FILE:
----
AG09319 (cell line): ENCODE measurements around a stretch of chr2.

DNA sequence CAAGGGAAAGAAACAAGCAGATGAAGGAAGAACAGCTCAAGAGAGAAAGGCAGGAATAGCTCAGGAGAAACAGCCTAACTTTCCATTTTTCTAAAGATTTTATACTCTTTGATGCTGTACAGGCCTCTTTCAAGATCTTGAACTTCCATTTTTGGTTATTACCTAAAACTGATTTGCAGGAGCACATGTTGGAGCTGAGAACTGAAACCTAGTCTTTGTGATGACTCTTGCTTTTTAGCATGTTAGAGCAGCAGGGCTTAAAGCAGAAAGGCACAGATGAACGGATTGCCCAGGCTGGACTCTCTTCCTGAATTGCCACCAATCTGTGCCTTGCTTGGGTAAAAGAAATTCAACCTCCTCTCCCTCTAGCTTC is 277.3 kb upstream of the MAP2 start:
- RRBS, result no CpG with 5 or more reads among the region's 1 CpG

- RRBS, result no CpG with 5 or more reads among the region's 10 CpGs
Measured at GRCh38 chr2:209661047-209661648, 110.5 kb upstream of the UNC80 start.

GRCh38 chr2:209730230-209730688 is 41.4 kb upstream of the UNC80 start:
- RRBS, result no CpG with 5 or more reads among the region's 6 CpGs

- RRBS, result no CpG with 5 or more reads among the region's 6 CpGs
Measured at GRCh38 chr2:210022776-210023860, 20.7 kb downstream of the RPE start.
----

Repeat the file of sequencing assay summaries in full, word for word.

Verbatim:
AG09319 (cell line): ENCODE measurements around a stretch of chr2.

DNA sequence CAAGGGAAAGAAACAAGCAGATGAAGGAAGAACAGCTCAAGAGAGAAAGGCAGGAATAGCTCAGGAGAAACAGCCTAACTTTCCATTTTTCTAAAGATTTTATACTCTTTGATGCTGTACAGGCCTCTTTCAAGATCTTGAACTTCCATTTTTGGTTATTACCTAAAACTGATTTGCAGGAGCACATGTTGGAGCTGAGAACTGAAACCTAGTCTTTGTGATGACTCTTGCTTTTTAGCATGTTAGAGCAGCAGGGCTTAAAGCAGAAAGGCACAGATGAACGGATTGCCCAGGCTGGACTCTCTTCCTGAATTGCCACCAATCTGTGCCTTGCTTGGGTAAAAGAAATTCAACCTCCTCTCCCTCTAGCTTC is 277.3 kb upstream of the MAP2 start:
- RRBS, result no CpG with 5 or more reads among the region's 1 CpG

- RRBS, result no CpG with 5 or more reads among the region's 10 CpGs
Measured at GRCh38 chr2:209661047-209661648, 110.5 kb upstream of the UNC80 start.

GRCh38 chr2:209730230-209730688 is 41.4 kb upstream of the UNC80 start:
- RRBS, result no CpG with 5 or more reads among the region's 6 CpGs

- RRBS, result no CpG with 5 or more reads among the region's 6 CpGs
Measured at GRCh38 chr2:210022776-210023860, 20.7 kb downstream of the RPE start.